DailyDirt: Making Good Toys
from the urls-we-dig-up dept
While it’s still summertime and schools haven’t started up yet, kids are happily playing outdoors (hopefully) and not worrying about the coming onslaught of homework and common core initiatives. The stuff that kids play with has gotten more advanced over the years (not just iPads and gaming consoles), and some toys are really fascinating. Here are just a few things
- Here’s a Kickstarter project to sell a water hose attachment that can make 100 water balloons in under a minute. It’s not exactly rocket science, but apparently some plastic tubing and elastic o-rings is worth about 15 cents per water balloon. [url]
- Play Doh is generally safe to eat, unless you’re severely intolerant to wheat gluten, because it’s made of water, salt and flour (plus a bunch of other proprietary stuff). There are some recipes for making your own sculpting clay at home that might be more appetizing, but what can you expect from a toy product that was originally designed to clean soot from wallpaper? [url]
- Soap bubbles are fun, but how hard could it be to make soap bubbles a solid color with some dyes? Apparently, it’s non-obvious to those skilled in the art (see US patent 7910531), and simply adding dyes to soap bubble solutions make mostly clear (regular) bubbles with all the dye collecting in a single spot on the bottom of the bubble. [url]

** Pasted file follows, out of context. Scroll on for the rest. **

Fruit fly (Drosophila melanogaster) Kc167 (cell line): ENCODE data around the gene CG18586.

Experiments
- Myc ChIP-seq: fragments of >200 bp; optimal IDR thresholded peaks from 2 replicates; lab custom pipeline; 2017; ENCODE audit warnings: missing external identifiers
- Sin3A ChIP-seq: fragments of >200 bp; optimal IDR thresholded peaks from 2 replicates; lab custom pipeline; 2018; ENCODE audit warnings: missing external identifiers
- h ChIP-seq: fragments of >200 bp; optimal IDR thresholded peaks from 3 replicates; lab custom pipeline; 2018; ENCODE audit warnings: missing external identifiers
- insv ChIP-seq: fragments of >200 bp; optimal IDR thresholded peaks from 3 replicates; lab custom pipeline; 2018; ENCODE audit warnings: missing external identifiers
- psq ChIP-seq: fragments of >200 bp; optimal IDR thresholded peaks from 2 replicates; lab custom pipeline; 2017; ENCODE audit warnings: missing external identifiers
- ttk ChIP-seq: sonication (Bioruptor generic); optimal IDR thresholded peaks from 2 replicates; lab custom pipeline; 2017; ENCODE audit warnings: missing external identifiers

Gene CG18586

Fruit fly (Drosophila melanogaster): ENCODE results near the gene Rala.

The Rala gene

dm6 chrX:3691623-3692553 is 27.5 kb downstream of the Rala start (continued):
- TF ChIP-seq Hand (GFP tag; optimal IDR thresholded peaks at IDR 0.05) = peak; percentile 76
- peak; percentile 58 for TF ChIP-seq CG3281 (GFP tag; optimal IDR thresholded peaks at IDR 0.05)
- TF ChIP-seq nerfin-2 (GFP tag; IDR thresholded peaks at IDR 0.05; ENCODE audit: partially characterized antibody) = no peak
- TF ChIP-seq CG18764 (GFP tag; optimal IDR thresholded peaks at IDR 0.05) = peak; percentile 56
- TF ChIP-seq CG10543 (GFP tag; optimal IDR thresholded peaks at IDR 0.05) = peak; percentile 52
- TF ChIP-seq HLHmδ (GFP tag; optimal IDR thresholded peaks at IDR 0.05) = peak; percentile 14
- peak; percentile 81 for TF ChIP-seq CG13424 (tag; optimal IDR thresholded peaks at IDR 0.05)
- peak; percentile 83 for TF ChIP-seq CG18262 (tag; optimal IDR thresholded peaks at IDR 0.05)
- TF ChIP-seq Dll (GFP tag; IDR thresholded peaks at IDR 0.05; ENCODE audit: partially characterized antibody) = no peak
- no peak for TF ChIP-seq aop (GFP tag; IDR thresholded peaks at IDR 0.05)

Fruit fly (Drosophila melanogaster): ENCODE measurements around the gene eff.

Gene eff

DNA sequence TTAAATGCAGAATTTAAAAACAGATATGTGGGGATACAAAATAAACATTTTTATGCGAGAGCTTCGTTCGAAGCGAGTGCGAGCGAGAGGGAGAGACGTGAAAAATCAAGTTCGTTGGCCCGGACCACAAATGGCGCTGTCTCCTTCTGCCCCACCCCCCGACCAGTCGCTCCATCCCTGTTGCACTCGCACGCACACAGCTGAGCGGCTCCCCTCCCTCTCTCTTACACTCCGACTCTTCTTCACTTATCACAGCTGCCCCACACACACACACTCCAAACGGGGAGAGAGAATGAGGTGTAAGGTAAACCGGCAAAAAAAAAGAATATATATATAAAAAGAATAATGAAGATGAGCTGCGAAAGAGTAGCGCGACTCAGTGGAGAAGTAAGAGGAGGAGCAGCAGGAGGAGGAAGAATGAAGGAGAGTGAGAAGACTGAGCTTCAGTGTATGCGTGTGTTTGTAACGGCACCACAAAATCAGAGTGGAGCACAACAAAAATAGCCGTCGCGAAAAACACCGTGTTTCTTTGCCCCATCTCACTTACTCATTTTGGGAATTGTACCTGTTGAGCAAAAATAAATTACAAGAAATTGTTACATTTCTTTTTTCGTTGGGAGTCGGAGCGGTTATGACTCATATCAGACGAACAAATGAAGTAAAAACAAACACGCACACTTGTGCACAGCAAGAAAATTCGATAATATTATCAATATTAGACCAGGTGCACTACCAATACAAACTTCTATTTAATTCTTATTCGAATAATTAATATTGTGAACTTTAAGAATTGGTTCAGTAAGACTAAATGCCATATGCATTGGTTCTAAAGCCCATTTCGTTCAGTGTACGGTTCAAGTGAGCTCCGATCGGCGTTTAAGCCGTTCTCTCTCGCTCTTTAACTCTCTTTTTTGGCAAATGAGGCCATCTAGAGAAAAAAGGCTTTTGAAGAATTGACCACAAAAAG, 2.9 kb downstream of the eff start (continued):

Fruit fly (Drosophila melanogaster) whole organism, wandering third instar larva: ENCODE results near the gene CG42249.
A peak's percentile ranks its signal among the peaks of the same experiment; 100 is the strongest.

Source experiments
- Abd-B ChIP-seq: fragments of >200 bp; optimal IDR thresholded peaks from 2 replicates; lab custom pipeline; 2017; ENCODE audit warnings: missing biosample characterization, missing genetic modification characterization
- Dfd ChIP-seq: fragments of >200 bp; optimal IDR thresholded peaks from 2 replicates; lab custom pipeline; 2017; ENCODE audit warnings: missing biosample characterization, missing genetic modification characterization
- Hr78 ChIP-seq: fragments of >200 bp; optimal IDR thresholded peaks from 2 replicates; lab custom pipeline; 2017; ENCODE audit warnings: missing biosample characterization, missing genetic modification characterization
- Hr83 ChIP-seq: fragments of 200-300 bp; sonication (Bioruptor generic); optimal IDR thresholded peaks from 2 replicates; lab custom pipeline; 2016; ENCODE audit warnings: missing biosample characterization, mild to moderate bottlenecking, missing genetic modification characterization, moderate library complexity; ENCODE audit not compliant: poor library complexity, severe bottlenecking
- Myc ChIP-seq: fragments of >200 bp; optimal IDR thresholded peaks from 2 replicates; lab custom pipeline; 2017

If you’d like to read more awesome and interesting stuff, check out this unrelated (but not entirely random!) Techdirt post via StumbleUpon.
Filed Under: kid stuff, play doh, soap bubbles, toys, water balloons
Comments on “DailyDirt: Making Good Toys”
I used to make smoke filled bubbles. I think hydrogen filled bubbles could be good fun…
You had to go there…now someone is going to demand gluten free Play Doh for their kids… 😮
Gluten free sculpting clay is available commercially…
Re: Re: Re:
Tastes great and doesn’t give you gas…
So it’s not as easy as simply combining the washing up liquid and the dye before adding the water, the same way my mum’s always done it? Who knew?
Re: Yes, it's not as easy as that...
because your mom never did that.
Getting a dye to dye a bubble a solid color – without it pooling at the bottom and eventually popping the bubble – is actually a fantastically complex problem, and solving it involved some major advances in materials science and thin film physics. It’s actually really interesting.
Or, I’m sure your mom just tossed some food coloring in there and it worked. Makes sense, right?